Sum 41 was by and far the biggest draw of the day, myself included, as put on a clinic of a 30 minute set, packed tightly with radio singles and fan favorites, but the real icing on the cake was their cover the Rolling Stones classic ‘Paint It Black.’ They’ve been gone for some time, but the crowd welcomed them back with open arms by singing just about every word to every song. From there on in I caught AM Taxi’s set, and they probably surprised me the most because I didn’t know much about them going in. Their street punk was a nice change from the powerpop & metalcore that nearly ruled the day, and it was refreshing for sure. The band seemed blur collar and honest, and if you’re into bands like the Gaslight Anthem and the Street Dogs, put these guys on your ‘To-Do list for sure.
Another highlight for me was catching After Midnight Project acoustic with about 4 other people – I wasn’t able to catch their set but I was happy I caught this. It was excellent, truly acoustic and truly unplugged. If you don’t know who these guys are, you need to hear their “Let’s Build Something to Break” album right about now. Along the way I also caught sets from Closure in Moscow, which was ultimately forgettable, and the Riverboat Gamblers, who were enjoyable live though their music wasn’t anything to write home about – good stage presence, lacking sonic presence. I hung around for Eyes Set to Kill, the band that ultimately ‘headlined’ the Ernie Ball stage, and it was well, well, well worth my time. This band was the highlight of my day, proving Warped saved the best for last on this day. I wasn’t too sure about new screamer Justin when I listened to “Broken Frames,” the band’s latest record, but he definitely won me over in a live setting. The band was excellent, effortlessly emptying their respective catalog, which resulted in the crowd chanting for an encore, which didn’t happen, because, c’mon, it’s Warped Tour.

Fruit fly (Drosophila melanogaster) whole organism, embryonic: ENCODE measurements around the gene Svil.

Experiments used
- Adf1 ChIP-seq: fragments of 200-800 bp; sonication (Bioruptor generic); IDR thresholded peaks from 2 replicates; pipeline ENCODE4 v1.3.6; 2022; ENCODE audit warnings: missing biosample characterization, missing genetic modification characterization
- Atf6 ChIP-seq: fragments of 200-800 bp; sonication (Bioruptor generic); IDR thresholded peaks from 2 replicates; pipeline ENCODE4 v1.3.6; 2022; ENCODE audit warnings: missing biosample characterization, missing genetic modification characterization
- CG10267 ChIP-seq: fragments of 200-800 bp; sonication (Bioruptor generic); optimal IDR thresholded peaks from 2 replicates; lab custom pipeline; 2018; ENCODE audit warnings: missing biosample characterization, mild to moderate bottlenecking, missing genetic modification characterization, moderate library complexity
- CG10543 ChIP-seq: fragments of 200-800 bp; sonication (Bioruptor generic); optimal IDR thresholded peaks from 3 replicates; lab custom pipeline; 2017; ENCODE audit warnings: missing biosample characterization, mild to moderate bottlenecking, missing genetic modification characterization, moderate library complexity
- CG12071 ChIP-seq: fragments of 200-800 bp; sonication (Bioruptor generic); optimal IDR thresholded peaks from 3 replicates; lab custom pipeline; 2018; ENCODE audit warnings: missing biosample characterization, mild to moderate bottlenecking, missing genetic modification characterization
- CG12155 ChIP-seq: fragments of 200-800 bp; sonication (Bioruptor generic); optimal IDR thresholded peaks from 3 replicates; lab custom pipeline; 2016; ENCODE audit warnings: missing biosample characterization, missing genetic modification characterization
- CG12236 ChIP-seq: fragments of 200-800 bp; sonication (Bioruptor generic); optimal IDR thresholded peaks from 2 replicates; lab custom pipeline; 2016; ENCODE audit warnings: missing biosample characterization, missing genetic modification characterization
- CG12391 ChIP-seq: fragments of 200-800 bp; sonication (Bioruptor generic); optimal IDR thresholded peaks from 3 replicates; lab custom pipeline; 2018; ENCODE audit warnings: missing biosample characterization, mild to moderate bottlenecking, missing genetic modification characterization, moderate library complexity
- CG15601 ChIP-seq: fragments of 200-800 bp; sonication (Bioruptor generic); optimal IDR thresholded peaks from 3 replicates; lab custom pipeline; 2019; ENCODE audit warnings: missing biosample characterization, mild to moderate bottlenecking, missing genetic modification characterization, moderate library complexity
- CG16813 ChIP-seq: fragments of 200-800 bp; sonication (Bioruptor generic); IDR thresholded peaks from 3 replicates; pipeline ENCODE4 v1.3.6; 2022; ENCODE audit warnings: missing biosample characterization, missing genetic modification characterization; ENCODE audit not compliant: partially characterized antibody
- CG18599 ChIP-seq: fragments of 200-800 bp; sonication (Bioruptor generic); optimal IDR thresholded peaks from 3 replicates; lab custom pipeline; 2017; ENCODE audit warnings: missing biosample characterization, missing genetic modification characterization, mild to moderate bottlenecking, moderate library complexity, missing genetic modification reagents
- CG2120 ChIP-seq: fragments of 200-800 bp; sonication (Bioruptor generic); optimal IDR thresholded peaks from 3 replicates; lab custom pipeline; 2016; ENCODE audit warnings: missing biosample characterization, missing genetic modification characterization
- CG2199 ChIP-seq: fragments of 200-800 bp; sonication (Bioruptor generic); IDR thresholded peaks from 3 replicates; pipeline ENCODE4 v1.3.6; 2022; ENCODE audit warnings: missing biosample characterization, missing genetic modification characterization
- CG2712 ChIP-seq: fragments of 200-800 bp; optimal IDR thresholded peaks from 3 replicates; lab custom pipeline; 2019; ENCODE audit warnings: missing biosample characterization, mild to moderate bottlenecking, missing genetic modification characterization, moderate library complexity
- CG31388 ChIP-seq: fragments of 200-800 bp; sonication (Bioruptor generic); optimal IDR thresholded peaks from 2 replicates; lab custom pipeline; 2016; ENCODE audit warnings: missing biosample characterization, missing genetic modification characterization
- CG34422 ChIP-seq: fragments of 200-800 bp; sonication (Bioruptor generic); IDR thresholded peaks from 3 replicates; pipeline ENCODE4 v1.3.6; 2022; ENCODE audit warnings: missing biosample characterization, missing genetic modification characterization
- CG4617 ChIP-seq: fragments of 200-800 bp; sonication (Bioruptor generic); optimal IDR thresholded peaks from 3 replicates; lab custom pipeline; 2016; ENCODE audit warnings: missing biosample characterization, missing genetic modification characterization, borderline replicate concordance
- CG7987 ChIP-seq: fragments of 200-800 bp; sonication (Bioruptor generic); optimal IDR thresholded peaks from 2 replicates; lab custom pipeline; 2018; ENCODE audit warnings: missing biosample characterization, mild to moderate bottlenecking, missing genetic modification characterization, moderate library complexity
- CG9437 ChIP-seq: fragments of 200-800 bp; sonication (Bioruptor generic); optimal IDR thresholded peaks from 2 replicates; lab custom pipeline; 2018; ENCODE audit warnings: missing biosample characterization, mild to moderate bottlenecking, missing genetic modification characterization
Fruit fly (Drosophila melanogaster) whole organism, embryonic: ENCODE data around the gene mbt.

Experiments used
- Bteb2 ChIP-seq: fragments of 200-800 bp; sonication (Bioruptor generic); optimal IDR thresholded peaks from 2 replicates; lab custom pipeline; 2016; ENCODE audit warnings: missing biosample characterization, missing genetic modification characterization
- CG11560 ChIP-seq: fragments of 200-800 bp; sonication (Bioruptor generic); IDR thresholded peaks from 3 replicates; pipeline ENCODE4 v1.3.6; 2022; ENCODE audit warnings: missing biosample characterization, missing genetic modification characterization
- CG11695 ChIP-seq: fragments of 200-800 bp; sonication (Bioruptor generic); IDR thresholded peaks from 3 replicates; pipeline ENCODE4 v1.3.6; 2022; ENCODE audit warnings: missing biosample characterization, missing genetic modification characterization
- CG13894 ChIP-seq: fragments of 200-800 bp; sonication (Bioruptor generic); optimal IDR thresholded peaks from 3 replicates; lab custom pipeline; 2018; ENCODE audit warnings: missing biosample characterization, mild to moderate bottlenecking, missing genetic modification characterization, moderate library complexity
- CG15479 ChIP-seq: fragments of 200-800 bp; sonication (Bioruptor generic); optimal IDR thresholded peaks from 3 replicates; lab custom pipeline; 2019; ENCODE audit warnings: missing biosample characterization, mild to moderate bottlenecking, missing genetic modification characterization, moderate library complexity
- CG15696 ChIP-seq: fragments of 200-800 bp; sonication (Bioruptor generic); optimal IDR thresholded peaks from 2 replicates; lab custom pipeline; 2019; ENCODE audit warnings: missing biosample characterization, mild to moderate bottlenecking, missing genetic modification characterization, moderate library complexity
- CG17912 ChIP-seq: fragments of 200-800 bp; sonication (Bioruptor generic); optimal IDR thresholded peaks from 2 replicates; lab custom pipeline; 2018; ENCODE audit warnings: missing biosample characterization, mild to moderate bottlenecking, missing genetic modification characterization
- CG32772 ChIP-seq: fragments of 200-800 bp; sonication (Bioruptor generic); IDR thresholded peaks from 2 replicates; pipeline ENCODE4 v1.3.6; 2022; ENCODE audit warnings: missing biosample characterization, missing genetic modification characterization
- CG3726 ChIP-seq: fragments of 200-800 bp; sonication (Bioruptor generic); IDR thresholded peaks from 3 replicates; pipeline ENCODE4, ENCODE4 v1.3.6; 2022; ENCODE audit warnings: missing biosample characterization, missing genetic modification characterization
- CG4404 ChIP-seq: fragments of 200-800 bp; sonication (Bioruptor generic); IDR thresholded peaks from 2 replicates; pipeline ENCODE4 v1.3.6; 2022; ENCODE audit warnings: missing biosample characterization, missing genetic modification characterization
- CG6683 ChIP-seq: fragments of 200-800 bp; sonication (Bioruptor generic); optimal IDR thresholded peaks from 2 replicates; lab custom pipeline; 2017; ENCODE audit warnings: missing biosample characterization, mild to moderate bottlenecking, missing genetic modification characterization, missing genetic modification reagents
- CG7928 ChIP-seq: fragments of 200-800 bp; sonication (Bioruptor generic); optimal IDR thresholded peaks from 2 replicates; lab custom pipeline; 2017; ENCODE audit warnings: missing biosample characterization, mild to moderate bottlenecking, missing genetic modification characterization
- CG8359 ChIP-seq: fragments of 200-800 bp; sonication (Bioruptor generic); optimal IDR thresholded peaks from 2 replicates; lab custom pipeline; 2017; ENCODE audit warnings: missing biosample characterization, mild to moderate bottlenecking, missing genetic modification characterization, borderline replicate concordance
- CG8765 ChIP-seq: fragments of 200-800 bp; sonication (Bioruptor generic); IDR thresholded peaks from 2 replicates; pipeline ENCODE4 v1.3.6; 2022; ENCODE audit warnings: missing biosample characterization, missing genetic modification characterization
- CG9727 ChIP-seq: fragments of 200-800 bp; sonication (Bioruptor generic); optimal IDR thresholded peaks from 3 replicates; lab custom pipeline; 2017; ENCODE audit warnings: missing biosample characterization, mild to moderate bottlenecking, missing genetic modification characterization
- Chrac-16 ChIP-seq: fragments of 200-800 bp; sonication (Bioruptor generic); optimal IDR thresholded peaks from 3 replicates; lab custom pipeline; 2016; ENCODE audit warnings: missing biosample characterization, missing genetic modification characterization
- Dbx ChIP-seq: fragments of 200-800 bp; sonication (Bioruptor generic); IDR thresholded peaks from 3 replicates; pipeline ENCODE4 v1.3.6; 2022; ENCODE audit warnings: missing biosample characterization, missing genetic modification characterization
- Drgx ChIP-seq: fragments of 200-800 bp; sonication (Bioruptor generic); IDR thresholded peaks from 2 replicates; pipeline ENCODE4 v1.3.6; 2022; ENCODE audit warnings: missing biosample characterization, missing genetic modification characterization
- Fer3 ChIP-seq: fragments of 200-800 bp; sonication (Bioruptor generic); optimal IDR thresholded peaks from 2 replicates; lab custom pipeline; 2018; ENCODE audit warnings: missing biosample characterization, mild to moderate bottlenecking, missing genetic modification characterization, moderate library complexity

I also took the time and money to pick up a few magazine subscriptions as well, to Alternative Press, who, of course, raised their annual prices $8, and Substream, which was a slightly better deal since I got a free mag, a shirt and a free ukulele song from the guy at the booth personalized to me. I didn’t want to tell him at the time, but I would’ve probably paid $10 for the song alone. Someone walking by thought he was Christofer Ingle, aka Never Shout Never, which made me laugh hysterically. The load of freebies usually found around Warped was lighter this year, though most albums being sold were a user-friendly $5, which no one should be complaining about.
Bottomline, Warped is always a great time, and this year’s edition was no exception. Kind of makes me wish Warped did two Buffalo dates.